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Meanwhile, the sky continues to fall for GE, and its value is going with it. Shares dropped 4 percent on Wednesday to just above $17, after a 3 percent slide the day before. The company's stock is the worst performer on the Dow Jones industrial average over the last year, declining more than 40 percent, according to FactSet.
The latest sell-off was set into motion when the company announced worse-than-expected results Tuesday after a review of its GE Capital insurance portfolio. The review found GE will take a $6.2 billion after-tax charge for the fourth quarter of 2017, and the company expects to contribute $15 billion over the next seven years to shore up the portfolio's reserves.
Reflecting on the news, GE CEO John Flannery said the company's "underlying strengths and value" are being "suppressed" in its current structure.
"As a result, we are looking aggressively at the best structure or structures for our portfolio to maximize the potential of our businesses, continue to deliver outstanding products and services to our customers, enhance our ability to provide attractive opportunities for our employees, while maximizing value for our shareholders," he said.
But the potential breakup of the company has investors reflecting on what the pieces are worth.
J.P. Morgan analysts wrote in a note Wednesday that it is becomingly increasingly difficult to justify the firm's $16 price target on the stock — which is already 11 percent below the $18.12 per share it closed at on Tuesday.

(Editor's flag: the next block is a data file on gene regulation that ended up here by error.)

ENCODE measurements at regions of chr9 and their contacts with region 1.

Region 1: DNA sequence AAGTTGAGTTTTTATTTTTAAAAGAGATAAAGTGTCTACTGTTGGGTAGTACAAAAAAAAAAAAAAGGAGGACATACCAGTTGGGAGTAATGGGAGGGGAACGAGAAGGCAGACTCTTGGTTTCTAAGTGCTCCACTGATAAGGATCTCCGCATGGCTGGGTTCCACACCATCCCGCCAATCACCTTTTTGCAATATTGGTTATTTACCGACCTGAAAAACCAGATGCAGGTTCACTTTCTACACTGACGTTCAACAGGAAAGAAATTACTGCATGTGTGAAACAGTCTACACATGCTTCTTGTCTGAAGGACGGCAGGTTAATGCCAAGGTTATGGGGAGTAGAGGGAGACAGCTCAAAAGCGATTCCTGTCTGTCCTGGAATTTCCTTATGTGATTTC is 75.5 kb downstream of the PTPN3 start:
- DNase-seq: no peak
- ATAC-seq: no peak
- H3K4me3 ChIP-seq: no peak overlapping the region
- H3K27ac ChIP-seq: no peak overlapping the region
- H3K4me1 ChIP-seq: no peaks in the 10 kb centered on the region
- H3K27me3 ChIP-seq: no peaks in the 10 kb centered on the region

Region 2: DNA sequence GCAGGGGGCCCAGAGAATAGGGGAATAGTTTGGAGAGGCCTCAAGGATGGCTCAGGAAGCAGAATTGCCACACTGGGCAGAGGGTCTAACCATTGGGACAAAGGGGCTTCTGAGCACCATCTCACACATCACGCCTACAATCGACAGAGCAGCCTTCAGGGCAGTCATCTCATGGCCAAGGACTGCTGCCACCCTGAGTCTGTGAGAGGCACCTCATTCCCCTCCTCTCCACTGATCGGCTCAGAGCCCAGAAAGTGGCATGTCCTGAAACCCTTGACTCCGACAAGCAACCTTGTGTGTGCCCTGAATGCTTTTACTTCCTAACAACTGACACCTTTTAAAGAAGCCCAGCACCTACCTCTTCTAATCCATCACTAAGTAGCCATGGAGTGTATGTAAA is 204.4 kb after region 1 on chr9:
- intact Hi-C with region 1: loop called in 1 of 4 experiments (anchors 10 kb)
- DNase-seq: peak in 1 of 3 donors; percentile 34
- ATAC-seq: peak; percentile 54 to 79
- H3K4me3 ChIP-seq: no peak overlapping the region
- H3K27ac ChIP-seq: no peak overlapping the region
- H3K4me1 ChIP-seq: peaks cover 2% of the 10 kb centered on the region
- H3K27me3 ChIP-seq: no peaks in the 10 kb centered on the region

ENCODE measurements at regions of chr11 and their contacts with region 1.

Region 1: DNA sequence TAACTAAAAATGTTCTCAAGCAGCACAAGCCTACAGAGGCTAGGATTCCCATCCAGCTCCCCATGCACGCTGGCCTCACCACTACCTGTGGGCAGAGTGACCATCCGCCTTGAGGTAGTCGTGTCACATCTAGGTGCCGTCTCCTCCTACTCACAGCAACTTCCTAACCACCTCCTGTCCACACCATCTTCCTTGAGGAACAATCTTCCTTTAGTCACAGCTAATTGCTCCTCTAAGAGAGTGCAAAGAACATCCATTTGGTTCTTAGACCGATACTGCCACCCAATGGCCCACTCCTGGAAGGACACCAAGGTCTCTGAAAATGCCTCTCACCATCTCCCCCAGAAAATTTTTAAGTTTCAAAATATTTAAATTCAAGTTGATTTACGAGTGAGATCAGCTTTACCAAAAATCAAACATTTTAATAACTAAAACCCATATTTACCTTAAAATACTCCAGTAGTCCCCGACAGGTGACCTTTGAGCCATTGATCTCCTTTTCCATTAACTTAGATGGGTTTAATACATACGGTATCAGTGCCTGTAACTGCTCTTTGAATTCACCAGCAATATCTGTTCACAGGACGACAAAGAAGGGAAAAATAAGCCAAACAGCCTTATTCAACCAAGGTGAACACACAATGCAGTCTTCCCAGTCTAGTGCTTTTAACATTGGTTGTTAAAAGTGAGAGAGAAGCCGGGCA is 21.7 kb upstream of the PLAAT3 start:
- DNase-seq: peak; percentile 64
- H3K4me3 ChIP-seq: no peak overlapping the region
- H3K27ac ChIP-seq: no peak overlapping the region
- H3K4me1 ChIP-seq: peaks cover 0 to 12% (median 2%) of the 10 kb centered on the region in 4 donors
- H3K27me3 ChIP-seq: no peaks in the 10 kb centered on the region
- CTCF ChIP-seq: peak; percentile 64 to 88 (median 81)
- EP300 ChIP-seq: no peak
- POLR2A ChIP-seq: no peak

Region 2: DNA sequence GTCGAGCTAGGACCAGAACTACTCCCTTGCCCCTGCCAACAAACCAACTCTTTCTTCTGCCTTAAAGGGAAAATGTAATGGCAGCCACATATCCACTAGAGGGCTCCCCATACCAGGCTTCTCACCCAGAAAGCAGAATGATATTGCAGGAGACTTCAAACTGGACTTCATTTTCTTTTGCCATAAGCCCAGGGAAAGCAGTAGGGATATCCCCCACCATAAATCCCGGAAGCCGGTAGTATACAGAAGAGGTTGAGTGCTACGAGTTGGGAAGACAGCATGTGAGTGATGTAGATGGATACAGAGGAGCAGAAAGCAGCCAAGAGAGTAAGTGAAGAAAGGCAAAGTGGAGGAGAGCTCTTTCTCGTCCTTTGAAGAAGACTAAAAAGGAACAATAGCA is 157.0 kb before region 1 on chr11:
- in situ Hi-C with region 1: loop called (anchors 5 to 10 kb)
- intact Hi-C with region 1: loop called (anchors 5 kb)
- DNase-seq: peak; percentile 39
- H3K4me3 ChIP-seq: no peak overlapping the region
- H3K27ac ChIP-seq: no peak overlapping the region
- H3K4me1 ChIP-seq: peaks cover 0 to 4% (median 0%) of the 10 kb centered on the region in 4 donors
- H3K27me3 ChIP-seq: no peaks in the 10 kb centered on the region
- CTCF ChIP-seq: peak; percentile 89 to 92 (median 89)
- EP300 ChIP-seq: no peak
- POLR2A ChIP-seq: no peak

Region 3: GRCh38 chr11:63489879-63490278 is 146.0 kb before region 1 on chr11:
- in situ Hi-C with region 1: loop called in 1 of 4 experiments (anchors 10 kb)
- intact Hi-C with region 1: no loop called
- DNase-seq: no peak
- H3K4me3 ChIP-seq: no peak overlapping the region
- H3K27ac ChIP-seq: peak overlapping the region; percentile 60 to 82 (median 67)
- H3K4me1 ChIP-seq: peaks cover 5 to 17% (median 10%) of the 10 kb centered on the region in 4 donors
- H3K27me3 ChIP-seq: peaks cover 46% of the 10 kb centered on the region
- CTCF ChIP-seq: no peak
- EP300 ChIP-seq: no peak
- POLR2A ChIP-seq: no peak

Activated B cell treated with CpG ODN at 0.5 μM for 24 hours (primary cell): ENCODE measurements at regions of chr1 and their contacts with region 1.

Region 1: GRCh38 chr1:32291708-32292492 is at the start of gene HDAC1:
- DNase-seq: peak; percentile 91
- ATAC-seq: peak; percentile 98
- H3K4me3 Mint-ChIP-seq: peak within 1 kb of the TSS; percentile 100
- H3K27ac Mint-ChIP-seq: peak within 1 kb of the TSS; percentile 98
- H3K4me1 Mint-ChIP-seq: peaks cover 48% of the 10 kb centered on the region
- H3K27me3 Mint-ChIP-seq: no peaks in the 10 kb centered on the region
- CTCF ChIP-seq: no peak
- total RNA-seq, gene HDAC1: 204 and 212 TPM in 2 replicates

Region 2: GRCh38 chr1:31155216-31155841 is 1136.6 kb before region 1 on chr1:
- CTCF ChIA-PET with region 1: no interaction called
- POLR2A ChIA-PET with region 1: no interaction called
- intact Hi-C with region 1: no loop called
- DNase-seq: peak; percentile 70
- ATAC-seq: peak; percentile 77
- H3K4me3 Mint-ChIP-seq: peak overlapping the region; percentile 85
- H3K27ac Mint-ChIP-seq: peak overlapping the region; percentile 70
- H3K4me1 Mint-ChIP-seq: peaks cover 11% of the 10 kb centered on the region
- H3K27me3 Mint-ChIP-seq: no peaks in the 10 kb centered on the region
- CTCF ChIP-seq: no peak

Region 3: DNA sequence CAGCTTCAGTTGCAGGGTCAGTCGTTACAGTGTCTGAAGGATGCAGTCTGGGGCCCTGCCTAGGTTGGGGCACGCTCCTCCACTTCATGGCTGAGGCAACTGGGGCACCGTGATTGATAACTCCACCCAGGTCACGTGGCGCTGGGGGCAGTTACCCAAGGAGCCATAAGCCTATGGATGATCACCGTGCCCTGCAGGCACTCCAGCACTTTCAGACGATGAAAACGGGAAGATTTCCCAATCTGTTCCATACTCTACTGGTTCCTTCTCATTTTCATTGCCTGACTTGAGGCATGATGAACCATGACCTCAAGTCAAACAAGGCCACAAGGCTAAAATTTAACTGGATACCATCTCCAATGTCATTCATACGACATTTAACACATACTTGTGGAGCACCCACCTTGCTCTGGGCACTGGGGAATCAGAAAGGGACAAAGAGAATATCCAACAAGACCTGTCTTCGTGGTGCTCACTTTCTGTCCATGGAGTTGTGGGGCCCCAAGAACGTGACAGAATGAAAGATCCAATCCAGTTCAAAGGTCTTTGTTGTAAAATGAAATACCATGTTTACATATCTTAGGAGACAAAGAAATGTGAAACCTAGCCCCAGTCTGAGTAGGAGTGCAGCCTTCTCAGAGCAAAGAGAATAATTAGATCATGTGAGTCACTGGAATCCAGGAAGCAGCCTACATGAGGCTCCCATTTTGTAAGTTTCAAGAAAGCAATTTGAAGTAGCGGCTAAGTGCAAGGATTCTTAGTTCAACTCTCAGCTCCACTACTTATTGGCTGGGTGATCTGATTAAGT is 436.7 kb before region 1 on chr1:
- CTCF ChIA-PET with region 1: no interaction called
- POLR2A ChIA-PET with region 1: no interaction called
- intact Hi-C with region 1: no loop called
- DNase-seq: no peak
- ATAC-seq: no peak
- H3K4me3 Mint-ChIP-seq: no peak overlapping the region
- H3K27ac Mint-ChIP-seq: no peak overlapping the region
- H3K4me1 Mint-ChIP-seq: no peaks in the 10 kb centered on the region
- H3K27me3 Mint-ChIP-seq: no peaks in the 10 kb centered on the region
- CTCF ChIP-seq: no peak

"This to us is not about offensive value creation and more an acknowledgement that the problems preclude the company from moving forward as previously planned, even a few months ago," J.P. Morgan said.
The firm says there may be "many dis-synergies not incorporated" in its analysis of GE. Those unknown risks may justify a further degraded value, between $12 and $16 per share. That range falls in line with what Cowen analyst Gautam Khanna wrote in a November note, saying a sum-of-the-parts analysis of GE suggests its breakup valuation is in the range of $11 to $15 per share.
"There is no quick fix for GE and the stock remains biased to the downside," Khanna said at the time.
Industrial analyst Brian Langenberg told CNBC Tuesday "a breakup is not a bad idea," saying it appears GE is "going in the direction" of selling its 62 percent stake in Baker Hughes. Acquired by GE in October 2016, Baker Hughes is one of the world's largest oil field services companies.
"The question is: Do you give opportunity for others to buy valuable parts, or time to let it operate better?" Langenberg said.
Vertical Research Partners founder Jeffrey Sprague thinks the sale of Baker Hughes is more likely than a full-scale breakup, according to a note sent to investors on Tuesday.
"We think these comments point more towards the eventual split-off (exchange offer) of [Baker Hughes] and actions such as a potential IPO of part of [GE Capital Aviation Services]," Sprague wrote. In any breakup, GE will need to balance its liabilities, he explained.
"Managing GE's numerous liabilities also becomes more difficult the smaller the company(s) becomes," Sprague wrote.
"[Today the company has] a depressed valuation and marquee assets like aviation and healthcare," Langenberg said.
Langenberg said GE's healthcare and aviation units are strong businesses, unlike its "botched" power business.
"The power business, when they stop screwing it up, would have more value. It has a lot of potential value," Langenberg added.
Langenberg's firm has a buy rating on GE's stock, with a $25 price target.